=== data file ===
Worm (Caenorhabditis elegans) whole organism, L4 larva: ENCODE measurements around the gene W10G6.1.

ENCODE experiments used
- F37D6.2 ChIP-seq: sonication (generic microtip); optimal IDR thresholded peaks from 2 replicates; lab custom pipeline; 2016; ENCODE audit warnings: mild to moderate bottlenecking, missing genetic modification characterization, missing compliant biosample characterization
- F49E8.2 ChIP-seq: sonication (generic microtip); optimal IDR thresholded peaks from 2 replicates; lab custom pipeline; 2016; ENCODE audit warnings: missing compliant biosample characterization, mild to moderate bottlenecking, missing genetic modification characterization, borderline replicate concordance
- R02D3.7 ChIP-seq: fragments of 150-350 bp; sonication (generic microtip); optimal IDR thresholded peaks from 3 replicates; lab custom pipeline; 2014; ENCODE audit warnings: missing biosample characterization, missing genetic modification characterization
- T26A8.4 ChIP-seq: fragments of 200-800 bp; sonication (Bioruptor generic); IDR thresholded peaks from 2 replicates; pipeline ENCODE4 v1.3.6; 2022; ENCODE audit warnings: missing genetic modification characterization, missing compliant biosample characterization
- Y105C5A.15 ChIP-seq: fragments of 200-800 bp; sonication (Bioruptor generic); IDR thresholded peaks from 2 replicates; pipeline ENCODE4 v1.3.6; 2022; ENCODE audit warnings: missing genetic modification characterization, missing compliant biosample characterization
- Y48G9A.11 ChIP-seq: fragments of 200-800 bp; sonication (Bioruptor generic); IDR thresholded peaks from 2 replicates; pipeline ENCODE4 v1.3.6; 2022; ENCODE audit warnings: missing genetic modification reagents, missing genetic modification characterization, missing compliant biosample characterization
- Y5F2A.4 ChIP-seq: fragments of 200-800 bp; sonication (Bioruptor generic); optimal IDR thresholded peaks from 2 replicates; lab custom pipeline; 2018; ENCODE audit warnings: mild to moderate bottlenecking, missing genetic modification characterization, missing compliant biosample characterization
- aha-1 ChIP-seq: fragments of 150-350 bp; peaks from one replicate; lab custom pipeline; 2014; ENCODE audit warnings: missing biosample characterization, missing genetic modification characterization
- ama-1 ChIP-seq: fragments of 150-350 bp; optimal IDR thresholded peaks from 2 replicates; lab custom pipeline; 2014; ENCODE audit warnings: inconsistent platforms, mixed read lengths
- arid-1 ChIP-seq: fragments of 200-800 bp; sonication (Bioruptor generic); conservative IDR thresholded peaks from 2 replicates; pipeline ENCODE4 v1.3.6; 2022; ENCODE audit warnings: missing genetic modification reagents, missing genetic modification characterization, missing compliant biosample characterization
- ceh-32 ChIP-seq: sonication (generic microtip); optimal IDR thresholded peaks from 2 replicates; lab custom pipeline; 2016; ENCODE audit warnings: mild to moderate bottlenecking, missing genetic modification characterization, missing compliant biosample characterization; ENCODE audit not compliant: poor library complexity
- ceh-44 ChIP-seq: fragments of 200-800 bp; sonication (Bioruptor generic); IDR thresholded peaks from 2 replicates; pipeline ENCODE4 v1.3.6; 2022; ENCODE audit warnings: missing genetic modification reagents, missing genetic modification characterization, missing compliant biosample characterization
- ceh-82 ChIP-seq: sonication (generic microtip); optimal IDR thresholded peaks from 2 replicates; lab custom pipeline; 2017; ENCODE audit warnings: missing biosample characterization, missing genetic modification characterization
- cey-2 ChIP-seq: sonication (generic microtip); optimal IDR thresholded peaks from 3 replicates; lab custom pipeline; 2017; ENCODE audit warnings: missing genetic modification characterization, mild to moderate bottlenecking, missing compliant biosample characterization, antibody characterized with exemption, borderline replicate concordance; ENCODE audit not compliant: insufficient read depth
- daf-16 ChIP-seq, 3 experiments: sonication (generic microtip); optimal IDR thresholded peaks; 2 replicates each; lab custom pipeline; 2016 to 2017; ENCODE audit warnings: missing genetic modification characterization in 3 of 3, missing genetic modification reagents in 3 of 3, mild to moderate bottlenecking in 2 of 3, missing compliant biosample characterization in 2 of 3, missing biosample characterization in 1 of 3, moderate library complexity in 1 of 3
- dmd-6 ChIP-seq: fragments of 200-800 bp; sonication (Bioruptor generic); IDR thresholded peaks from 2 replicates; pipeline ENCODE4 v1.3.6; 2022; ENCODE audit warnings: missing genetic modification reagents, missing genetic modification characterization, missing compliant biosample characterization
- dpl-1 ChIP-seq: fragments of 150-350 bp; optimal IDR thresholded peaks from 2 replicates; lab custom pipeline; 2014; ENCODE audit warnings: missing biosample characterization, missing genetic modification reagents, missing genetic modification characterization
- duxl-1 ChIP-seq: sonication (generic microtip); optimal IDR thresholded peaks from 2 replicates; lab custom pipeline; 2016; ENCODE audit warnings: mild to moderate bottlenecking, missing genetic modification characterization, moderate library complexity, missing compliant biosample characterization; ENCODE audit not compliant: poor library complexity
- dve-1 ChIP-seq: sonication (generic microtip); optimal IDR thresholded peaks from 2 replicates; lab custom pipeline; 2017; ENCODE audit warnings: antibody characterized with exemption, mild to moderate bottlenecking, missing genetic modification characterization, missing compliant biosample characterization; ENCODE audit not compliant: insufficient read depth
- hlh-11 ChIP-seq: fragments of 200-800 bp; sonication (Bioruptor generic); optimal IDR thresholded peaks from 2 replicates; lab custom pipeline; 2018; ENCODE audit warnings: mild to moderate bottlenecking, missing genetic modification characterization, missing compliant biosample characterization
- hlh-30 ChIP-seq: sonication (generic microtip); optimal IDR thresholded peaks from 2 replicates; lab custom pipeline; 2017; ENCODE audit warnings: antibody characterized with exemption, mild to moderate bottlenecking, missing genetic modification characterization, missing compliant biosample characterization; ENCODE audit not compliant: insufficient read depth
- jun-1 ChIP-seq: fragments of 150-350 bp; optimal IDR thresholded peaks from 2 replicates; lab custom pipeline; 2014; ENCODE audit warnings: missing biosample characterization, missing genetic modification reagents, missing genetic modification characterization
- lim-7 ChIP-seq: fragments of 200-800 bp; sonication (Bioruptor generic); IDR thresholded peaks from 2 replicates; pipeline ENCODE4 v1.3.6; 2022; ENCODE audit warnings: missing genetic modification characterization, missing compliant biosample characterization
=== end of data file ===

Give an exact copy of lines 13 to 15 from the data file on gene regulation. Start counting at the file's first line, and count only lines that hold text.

- ceh-32 ChIP-seq: sonication (generic microtip); optimal IDR thresholded peaks from 2 replicates; lab custom pipeline; 2016; ENCODE audit warnings: mild to moderate bottlenecking, missing genetic modification characterization, missing compliant biosample characterization; ENCODE audit not compliant: poor library complexity
- ceh-44 ChIP-seq: fragments of 200-800 bp; sonication (Bioruptor generic); IDR thresholded peaks from 2 replicates; pipeline ENCODE4 v1.3.6; 2022; ENCODE audit warnings: missing genetic modification reagents, missing genetic modification characterization, missing compliant biosample characterization
- ceh-82 ChIP-seq: sonication (generic microtip); optimal IDR thresholded peaks from 2 replicates; lab custom pipeline; 2017; ENCODE audit warnings: missing biosample characterization, missing genetic modification characterization